Highly recommended.

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IMG_0097Anthropologist Ruth Galloway is back in the latest from Elly Griffiths, The Chalk Pit. As usual, there’s a lot going on in King’s Lynn.

This time, we find Ruth preparing to head underground to examine human remains uncovered during a routine soil sampling process. At the same time, Ruth’s quasi partner DCI Harry Nelson and his police squad are dealing with several incidents: a hungover student reporting a man who appeared and disappeared in front of her car in the middle of the night, a homeless man reporting the disappearance of a fellow street dweller, and a sink hole that suddenly opened in the middle of a busy road.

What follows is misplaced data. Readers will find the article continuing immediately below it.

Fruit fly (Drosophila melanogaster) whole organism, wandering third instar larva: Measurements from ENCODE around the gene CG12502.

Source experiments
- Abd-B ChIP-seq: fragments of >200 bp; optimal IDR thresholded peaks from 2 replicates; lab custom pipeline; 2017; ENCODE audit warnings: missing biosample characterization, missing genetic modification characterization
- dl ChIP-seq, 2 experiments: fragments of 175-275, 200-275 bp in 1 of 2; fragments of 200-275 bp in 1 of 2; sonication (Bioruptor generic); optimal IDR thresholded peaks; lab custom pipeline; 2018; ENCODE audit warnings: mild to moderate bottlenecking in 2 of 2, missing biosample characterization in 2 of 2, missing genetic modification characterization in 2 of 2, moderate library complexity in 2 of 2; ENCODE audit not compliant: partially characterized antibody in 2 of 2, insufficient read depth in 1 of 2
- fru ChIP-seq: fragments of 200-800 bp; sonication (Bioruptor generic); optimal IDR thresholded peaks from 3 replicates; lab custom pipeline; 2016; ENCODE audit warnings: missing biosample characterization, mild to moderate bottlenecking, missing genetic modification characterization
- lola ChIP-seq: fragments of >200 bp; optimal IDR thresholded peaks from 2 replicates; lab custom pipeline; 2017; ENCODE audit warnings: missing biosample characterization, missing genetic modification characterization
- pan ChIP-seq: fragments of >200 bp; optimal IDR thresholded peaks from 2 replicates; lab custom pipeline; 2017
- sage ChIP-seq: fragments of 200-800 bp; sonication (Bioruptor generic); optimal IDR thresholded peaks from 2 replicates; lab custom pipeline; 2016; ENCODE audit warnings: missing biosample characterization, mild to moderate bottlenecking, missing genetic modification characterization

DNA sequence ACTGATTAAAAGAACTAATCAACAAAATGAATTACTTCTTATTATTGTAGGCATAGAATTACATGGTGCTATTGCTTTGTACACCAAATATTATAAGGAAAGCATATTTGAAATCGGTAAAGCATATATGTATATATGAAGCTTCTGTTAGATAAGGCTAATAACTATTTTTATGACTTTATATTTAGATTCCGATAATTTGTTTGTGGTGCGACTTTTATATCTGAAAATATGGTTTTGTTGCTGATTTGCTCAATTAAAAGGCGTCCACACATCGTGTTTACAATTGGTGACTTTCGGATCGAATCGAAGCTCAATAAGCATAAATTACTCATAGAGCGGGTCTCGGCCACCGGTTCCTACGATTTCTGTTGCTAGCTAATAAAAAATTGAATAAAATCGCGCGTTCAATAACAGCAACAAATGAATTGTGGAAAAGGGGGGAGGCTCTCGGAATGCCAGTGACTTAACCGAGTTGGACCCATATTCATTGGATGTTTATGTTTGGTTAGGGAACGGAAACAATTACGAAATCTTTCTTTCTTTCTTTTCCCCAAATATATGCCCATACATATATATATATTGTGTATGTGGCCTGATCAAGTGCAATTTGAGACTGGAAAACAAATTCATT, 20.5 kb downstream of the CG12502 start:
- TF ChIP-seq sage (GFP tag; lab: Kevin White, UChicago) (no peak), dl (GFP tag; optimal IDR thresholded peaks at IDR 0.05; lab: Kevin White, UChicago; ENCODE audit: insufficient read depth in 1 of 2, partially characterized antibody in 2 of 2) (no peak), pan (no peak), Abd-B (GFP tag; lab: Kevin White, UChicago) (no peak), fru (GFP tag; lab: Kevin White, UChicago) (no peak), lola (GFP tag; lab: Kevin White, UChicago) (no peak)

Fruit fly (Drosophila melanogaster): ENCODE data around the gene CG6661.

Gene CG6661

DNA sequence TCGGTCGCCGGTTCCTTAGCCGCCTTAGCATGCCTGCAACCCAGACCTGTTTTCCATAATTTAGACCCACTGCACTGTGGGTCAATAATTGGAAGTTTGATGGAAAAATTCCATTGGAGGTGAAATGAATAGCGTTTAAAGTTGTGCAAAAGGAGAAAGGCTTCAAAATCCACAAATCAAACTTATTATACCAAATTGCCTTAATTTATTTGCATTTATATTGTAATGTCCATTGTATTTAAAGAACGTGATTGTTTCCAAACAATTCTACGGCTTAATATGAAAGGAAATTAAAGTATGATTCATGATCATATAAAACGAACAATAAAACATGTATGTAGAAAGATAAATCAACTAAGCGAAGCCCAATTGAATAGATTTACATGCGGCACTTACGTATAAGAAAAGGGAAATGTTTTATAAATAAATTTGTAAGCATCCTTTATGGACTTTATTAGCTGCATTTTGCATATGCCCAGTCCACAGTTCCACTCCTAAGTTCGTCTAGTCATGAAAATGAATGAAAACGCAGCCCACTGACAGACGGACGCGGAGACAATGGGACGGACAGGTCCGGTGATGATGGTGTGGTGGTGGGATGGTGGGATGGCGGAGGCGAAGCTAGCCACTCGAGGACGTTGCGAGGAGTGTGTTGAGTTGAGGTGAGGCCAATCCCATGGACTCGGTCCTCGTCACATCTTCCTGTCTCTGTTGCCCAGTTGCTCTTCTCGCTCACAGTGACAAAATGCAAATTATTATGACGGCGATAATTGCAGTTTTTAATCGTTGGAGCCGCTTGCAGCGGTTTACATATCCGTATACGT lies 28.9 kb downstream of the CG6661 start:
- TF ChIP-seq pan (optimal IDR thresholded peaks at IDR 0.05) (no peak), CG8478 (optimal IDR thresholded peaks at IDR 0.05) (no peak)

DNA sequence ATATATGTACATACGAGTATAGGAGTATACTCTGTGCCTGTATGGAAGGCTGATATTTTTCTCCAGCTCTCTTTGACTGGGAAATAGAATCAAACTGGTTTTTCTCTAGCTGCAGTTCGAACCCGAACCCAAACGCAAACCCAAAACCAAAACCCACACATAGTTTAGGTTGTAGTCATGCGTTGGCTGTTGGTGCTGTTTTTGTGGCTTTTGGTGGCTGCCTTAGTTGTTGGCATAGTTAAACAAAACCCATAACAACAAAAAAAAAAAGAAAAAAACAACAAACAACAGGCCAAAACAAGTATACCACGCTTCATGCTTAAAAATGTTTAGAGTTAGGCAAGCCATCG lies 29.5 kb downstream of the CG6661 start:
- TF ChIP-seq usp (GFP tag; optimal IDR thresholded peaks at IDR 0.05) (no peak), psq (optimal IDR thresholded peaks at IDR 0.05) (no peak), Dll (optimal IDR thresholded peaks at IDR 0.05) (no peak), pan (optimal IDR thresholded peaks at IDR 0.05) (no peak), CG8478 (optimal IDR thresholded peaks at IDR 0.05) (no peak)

It’s typical of Griffiths to introduce several story strands in the first couple of chapters, so it’s no surprise when all of those stories come together into a single fat braid. Griffiths skillfully blends in well-researched pieces of history and interesting facts about the King’s Lynn-Norwich area to her books, with the Chalk Tunnels being the star here. The chalk mining tunnels take center stage, as Ruth searches for the answer to the human remains, which appear to have been boiled, while Nelson and his team pursue a villain who has kidnapped three women and “taken them underground.” Wrapping around all the mystery is the continuing unrequited relationship between Ruth and Nelson. Clearly they want to be with each other, but both have misgivings or other commitments. And, as if their already complicated personal situation wasn’t complex enough, Griffiths introduces two major life experiences here – a death and an impending birth. As usual, their relationship ups and downs drive the story forward.